Summary: Our innate destiny is union with God, and it is celebrated and effected in Eucharist, during which we bless each other many times.
5th Sunday of Lent 2011
The Spirit of the Liturgy
The great Christian author, C.S. Lewis, wrote an appendix to his masterful little book Screwtape Letters. In his moral tale, Screwtape is the name given to a kind of middle-management demon, who is responsible for training and supervising the evil spirits who tempt humans to turn their backs on God. The appendix is an essay called “Screwtape Proposes a Toast,” and it takes its theme from a verse from Peter’s first letter. There, Peter tells Christians that our adversary, the devil, goes about the world like a roaring lion, seeking someone to devour. C.S. Lewis expands on that theme, telling us that hell is like a diabolical banquet, in which human souls are the fare. The demons complain about the quality of their supper, the mediocrity of the sinners on whom they dine, but at least have no gripe about the quantity. As Screwtape lifts his glass to propose a toast to the author of evil, he asks in surprise, “what is this delicious bouquet I inhale?” It is a vintage Pharisee. He says “different types of Pharisee have been harvested, trodden and fermented together to produce its . . .flavour. Types that were most antagonistic to one another on Earth. . .Nowhere do we tempt so successfully as on the very steps of the altar.”
We have been warned. Our innate destiny–what we were made for–is union with God. We are designed to be divinized at the end of our life. But that destiny is warranted, not guaranteed. Our ancestors tried the Tempter’s shortcut. He lied to them–if only they would disobey the Creator’s command, they would be like God, knowing good and evil. They disobeyed, and immediately realized that they had already known the Good–the Good God–and their reward for rebellion would be to know evil. So God, in His mercy, cast them out of the idyllic world into the world of weakness and struggle and death. He put a fearsome angel on the way to the Tree of Life, lest we eat from that tree in our weakness and know eternal misery.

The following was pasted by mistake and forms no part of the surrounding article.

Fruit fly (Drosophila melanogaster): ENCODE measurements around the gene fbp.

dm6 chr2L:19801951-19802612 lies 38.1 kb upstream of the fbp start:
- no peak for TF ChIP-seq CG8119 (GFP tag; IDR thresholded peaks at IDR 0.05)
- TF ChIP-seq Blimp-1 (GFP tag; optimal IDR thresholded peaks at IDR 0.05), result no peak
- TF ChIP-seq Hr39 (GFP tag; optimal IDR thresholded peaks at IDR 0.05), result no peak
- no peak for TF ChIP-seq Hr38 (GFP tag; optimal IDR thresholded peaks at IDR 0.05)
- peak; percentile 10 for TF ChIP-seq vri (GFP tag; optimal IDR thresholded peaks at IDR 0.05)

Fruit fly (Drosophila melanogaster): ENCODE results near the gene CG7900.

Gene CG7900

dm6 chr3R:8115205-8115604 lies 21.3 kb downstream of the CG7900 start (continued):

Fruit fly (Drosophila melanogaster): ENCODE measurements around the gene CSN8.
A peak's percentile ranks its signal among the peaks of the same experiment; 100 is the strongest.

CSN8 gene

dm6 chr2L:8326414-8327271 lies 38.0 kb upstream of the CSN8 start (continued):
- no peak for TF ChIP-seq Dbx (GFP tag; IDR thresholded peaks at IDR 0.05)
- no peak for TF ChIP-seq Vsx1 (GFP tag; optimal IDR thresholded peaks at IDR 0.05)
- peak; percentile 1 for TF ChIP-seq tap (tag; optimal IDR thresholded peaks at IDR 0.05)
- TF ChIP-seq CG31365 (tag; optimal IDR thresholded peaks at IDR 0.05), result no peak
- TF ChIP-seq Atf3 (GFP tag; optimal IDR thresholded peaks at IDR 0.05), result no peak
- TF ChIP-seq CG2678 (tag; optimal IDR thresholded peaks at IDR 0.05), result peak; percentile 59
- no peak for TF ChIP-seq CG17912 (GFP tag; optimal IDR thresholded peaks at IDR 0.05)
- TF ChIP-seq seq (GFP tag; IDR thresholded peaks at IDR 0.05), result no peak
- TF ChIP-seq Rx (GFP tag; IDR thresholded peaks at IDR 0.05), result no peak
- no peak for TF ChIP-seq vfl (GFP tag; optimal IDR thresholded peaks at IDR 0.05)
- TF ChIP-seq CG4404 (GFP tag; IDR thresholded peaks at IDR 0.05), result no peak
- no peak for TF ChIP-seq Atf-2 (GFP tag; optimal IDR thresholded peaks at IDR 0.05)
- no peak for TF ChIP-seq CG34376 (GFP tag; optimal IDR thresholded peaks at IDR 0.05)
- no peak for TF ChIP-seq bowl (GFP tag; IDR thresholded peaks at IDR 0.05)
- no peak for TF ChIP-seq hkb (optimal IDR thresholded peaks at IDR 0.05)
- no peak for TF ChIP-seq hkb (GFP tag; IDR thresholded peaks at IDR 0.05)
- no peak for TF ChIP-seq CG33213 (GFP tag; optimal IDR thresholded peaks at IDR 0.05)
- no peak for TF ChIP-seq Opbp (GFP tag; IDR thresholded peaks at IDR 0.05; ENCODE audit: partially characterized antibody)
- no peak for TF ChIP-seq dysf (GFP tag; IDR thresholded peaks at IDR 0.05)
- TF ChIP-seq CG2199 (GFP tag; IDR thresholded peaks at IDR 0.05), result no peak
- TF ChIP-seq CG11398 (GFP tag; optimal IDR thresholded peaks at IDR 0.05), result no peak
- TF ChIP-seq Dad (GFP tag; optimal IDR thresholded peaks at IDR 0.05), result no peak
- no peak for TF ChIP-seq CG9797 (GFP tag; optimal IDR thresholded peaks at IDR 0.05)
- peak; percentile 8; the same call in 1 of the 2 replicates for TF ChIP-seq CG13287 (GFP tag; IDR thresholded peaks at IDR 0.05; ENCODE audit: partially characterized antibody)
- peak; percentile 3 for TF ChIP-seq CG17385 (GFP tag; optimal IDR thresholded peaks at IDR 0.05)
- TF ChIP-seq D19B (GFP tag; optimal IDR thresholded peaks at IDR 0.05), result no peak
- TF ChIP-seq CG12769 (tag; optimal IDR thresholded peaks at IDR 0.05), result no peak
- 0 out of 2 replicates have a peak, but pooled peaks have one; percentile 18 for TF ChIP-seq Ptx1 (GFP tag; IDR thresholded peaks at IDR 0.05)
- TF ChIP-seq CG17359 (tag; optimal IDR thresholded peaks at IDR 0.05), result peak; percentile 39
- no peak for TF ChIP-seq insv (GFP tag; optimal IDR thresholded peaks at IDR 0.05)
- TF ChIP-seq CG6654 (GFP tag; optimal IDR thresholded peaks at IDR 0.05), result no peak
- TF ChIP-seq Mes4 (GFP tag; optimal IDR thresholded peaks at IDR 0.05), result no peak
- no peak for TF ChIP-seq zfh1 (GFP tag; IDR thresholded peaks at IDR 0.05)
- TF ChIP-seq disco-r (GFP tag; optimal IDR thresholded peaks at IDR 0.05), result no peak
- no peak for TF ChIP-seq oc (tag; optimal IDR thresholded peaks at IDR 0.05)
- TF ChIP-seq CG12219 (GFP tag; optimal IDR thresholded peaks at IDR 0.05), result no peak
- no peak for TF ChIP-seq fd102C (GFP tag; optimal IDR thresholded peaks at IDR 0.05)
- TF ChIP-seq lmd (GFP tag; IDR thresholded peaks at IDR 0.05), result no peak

There is only one way to the resurrection of our spirit, soul and body, and that is to become like Jesus Christ. He is the way, the Truth, the Life. He is true God, and if we are to become like God, we must become like Him, obedient, merciful, open to all who desire God’s mercy. The very opposite of the Pharisee. We are compassionate because Christ has been compassionate with us. My weakness is not solely due to original sin and its effects. After baptism I have sinned, by my own volition I have sinned greatly. In fact, without the grace of God that’s the only thing we are really good at, isn’t it? That’s why in the new translation I will beat my breast and declare that I have sinned, through my fault, through my fault, through my most grievous fault. But by His grace I have been raised from the death of sin, liberated from slavery to sin, forgiven and healed and strengthened to resist the temptations of the enemy. In that way we can all hope to attain the resurrection which is an eternal banquet of love in the presence of the Trinity and all the angels and saints.